But still, I am so afraid. I know that you cannot comfort me, that I shouldn’t expect you to, because he is your dog, and I don’t know that you would ever say, even now, that he was ever mine. I am unsure what to do, and my little monkey mind, my little terrified self that is being chased around and around within my head by a big ugly monster of a bear, it looks outside the window. It sees my car, with the water encroaching upon it, threatening to flood. It feels the emptiness and unfamiliarity of the house I am in. It wants safety; it must have safety.
And so I leave my bed, heart already pounding, as if my feet are slapping the sidewalk on my route, down one street, right by the streetcars, turn with the streetcar, and right again on the street that leads to your house. One big box of safety. One series of segments of routine. I must enter the confines of my former life, the only life that felt safe. I leave my bed, I pull clothes on. I don’t bother to wash my face or brush my hair. I pull on my rainboots; I grab my purse, my car keys, my umbrella, and I step outside the front door into the maelstrom.
The water has flooded the sidewalk and entered the lawn. I am practically stepping down the steps into a swimming pool of tepid water, and my rainboots are barely tall enough to keep it all at bay. Despite my umbrella I am showered with droplets, becoming soaked quickly as I wade my way to the car. Somewhere in my mind I know I am putting myself in more danger, but it is my reckless animal self that has taken over. The part of me that will put myself through anything to find my person. I will wade through floods and thunder and lightning for you, my love. To my credit, the flash flood warning had ended. But as I start my car, the engine flips over and starts with a wet thump, and I begin driving slowly down the street, the tires creating wet ripples across the invisible asphalt, there are more lightning strikes, and another flash flood warning erupts from my useless phone. I tell myself I have gone too far to turn back. And, in fact, I probably have. The streets that would take me back “home” are probably too flooded to continue. My vector is erratic, driven by turns that take me down paths that appear from afar to be higher, less flooded. I wonder if my car will be swept away and me with it, or if it will be flooded, destroyed. I wonder if I tried to walk if I would also be swept away, struck by lightning, lost to the storm that is not even a hurricane yet.
I continue, heart pounding, ears flooded with a roar that has its origin entirely outside myself in the rain outside my windows. I have pulled the car up over the grass and onto the sidewalk as I have seen others do.
But I have forgotten, my love, and maybe you never knew. I had not climbed into the car to see you. I had climbed into the car and started driving towards the streetcar track. I wanted to go to my yoga class. I couldn’t bear to be separated from my routine. It was the only thing that was holding me together. And when I discovered that the water rendered this way impassable, I decided I had gone too far, and I knew that what I had really wanted was to go to you, to the person who had always kept me safe. Did I ever tell you I had been trying to go to my yoga class? Would you have rolled your eyes and laughed at me? I would have deserved it. But I was acting out of desperation. A more appropriate response would have been pity, and I think that’s what you gave me, anyway.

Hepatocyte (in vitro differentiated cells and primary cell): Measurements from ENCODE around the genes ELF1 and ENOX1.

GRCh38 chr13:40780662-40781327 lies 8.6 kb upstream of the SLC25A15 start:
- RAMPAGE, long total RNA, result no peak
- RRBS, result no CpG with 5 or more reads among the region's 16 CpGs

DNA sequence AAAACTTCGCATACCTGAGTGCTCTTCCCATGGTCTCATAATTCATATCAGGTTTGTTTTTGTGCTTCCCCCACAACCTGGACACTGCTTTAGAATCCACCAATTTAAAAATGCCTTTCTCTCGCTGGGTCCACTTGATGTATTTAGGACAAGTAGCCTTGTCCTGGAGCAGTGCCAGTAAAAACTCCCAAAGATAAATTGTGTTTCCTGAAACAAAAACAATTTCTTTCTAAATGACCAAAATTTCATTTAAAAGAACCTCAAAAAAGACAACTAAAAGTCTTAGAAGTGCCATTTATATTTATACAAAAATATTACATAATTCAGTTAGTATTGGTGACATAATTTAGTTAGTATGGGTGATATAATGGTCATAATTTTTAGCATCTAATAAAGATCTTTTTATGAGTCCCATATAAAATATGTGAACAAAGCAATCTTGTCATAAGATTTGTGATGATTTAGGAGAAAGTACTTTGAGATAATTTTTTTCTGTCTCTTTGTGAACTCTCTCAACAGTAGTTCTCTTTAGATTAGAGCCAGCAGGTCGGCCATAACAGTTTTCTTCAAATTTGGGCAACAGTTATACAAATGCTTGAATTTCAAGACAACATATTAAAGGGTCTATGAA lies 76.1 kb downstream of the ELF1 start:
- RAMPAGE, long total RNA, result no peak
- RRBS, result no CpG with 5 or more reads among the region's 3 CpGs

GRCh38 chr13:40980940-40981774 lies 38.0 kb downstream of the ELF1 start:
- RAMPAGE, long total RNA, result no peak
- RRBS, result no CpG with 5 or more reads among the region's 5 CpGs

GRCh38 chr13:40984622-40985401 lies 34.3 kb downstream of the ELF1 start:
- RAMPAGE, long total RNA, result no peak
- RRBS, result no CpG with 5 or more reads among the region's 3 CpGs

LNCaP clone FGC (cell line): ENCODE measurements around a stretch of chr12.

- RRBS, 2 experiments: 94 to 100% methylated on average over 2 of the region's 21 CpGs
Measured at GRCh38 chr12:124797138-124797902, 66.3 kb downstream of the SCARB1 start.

I pull my car onto the sidewalk. I remove myself from the vehicle. I wade my way across the street and towards the wooden slat fence covered with vines. I saw it as if in a dream. Nothing was the same, all was in a curtain of water as I passed the corner you and I had turned only days before on our daily walk with the dog that was no longer mine, maybe never was, and is no longer here. I march determinedly down the sidewalk. I open the metal gate. I don’t remember if I remembered to close it, but I remember approaching the door and thinking that I needed to knock loudly, so that you would hear it over the storm.
I hoped that you would be glad to see me, but I knock and the sound is filled with doom. I am a great big ball of anxiety; I am close to tears. I have fooled myself into thinking I am there for you, but truly I am thinking only of myself, only of safety, only of survival.
You answer the door with an expression of utter amazement, an unasked question of “are you crazy?” and “what the fuck are you doing here?” I could read it on your face. I don’t remember what I said. I think I stammered something selfish about “I just didn’t want to be alone, I couldn’t be alone.” Some such nonsense that was, in fact, a truth. “I gotcha,” you said. It is those words that haunt me still. Those, and when you accepted my apology weeks later. I hadn’t realized until you accepted the apology that you had thought I needed to apologize. Further proof of our estrangement.
It is your sister who asks me if I am okay. I think I said I was scared. Again, I speak only truth as I struggle out of my muddy boots, the towels I know only too well on the floor. An empty house, empty of the dog, tiles muddy, dishes in the sink, and she’s in Waldo’s chair. I am unwelcome, and oh, how I know it. I know it over and over again. I know it as you curl up away from me on the couch. I know it when your mom comes to the door and just looks at me, and when I get up and go to the bathroom and use your toothbrush, your toothpaste, your deodorant- all without asking.
I had thought that going “home” would make me feel safe. But all it did was make me feel guilty.